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Observation of treatment responses to interferon-[alpha] by quantitative analyses of hepatitis C virus RNA Wu, He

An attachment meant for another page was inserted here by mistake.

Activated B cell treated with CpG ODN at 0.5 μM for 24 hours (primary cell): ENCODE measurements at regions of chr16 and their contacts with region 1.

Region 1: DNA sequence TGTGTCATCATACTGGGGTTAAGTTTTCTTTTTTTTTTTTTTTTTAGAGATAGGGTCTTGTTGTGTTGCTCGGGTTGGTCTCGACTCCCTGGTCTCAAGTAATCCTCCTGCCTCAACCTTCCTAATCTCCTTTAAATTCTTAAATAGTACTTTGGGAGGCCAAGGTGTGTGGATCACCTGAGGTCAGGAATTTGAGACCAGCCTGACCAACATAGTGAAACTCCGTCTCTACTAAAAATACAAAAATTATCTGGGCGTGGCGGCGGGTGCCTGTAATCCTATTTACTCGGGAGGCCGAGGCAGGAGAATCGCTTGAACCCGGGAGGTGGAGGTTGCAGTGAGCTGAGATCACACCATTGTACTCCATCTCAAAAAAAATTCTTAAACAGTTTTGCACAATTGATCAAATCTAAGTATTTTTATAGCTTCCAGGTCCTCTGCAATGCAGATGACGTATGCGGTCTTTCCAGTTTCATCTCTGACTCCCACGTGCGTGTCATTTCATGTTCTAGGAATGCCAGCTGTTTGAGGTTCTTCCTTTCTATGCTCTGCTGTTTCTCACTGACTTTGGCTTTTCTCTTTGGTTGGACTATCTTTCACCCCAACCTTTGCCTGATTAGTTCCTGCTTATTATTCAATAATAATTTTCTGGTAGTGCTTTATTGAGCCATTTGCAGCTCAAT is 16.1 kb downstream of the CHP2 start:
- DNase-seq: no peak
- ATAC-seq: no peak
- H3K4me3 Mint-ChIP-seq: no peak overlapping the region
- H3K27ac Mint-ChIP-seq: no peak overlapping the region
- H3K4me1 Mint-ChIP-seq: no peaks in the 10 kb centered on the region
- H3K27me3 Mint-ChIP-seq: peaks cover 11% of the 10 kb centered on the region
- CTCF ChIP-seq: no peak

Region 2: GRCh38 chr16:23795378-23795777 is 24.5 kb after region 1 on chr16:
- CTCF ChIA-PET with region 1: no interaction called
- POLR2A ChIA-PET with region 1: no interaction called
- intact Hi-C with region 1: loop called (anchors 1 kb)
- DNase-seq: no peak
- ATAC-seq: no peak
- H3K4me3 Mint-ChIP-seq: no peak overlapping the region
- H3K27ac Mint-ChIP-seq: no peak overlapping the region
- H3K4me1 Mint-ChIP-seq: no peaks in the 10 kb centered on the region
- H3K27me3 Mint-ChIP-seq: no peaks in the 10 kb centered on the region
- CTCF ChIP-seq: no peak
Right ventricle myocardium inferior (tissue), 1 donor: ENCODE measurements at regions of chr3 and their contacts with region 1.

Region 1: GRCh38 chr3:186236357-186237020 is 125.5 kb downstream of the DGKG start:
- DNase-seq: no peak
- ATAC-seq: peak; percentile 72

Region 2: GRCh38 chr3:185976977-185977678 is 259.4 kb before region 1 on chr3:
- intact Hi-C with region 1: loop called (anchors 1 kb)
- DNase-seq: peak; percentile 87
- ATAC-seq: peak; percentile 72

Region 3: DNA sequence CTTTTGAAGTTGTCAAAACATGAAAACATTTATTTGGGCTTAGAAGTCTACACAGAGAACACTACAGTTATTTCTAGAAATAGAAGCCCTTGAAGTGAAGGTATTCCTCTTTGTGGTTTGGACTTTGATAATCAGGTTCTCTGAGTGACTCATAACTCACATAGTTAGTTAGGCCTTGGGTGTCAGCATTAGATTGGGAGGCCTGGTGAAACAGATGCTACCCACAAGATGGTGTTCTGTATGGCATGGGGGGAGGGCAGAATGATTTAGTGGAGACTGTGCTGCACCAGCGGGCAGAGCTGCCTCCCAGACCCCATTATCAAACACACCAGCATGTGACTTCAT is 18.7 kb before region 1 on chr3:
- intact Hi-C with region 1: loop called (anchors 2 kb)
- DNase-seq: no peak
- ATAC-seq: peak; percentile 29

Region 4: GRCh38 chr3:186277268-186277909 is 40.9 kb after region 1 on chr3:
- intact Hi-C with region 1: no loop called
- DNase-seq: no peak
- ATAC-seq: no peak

Non-A, non-B (NANB) hepatitis accounts for 90% of cases of transfusion associated hepatitis and 20-40% of sporadic cases. Most of them become chronic and develop severe consequences such as cirrhosis and primary hepatocellular carcimona. Recently, hepatitis C virus (HCV), an RNA virus, was identified as the major etiological agent of NANB hepatitis. Interferon-a (IFNa) has been shown to be beneficial in treatment of patients with chronic hepatitis C by decreasing alanine arnino-transferase (ALT) levels and improving liver histology, since IFNa has a wide spectrum of antiviral activities. Unfortunately there is little information about the state of HCV replication during or after IFNa treatment. It is not clear whether therapy eradicates the presence of the virus or merely suppresses viral replication. Therefore, the relationship between response to IFNa treatment and suppression of viral activity during therapy requires further study. We hypothesized that: 1) IFNa could inhibit the replication of HCV in the patient with chronic hepatitis C. 2) HCV-RNA would decrease or disappear in both serum and liver cells in the responding patients. 3) the changes of HCV-RNA in both serum and liver cell could be measured by the quantitative RT-PCR detection. The overall objective of this study was to evaluate therapeutic efficacy of IFNa for the treatment of chronic hepatitis C. The following specific aims were: 1) to reveal the state of HCV replication, as quantitatively measured by serum and liver HCV-RNA, in patients with chronic hepatitis C before and after treatment with odFN. 2) to compare quantitative analysis results of HCV-RNA with serum AST levels as a marker of hepatic necroinflammatory changes. 3) to determine whether apparently favourable changes in disease activity are correlated with suppression of viral replication. A quantitative reverse transcription polymerase chain reaction (RT-PCR) assay was established for the detection of HCV-RNA. Sensitivity of the RT-PCR assay was quantitatively analyzed by a piece of recombinant HCV-RNA which was in vitro transcribed from a transcription vector HCV-cDNA. Specificity of the RT PCR assay was verified by Southern Blot and DNA typing methods. Serum HCV-RNA was quantitatively detected by the established RT-PCR assay on 12 patients with chronic hepatitis C and treated with interferon-a. Liver HCV-RNA was also measured in 4 of 12 patients. The therapeutic efficacy of interferon was assessed by the correlation between clinical responses and quantitative results for HCV-RNA. The results showed that 7 of 12 (58%) patients had a beneficial response to IFNx treatment at 3-6 months of therapy as reflected by a decreased titer of HCV RNA. Four of 7 (57%) initial responders relapsed 3 months later. Three (25%) patients’ sera became negative for HCV-RNA after more than 12 months in treatment. Serum HCV-RNA titers had parallel changes with liver function in 7 (58%) patients. There was a positive correlation between patients with lower serum HCV-RNA titers prior to initiation of treatment and better therapeutic responses. Although similar trials need to be carried out on large sample size of patients, the following conclusions could be drawn from preliminary results: interferon-cx has a beneficial effect on more than half the patients with chronic hepatitis C by inhibiting viral replication and improving the liver function within the first 6 months of treatment; long term IFNa treatment (6-12 months or more) may increase the probability of eradicating HCV; the results of quantitative analysis on HCV-RNA may be used as a valuable mean to predict and monitor the therapeutic response of IFNc. Topics that further studies should focus on are to monitor the therapeutic response by using other means such as measurement of 2’,5’-oligoadenylate synthetase activity, to reveal the possible reason for poor response such as genotype variation and anti-IFN antibody, to try other approaches to IFN administration, and to develop other antiviral agents.

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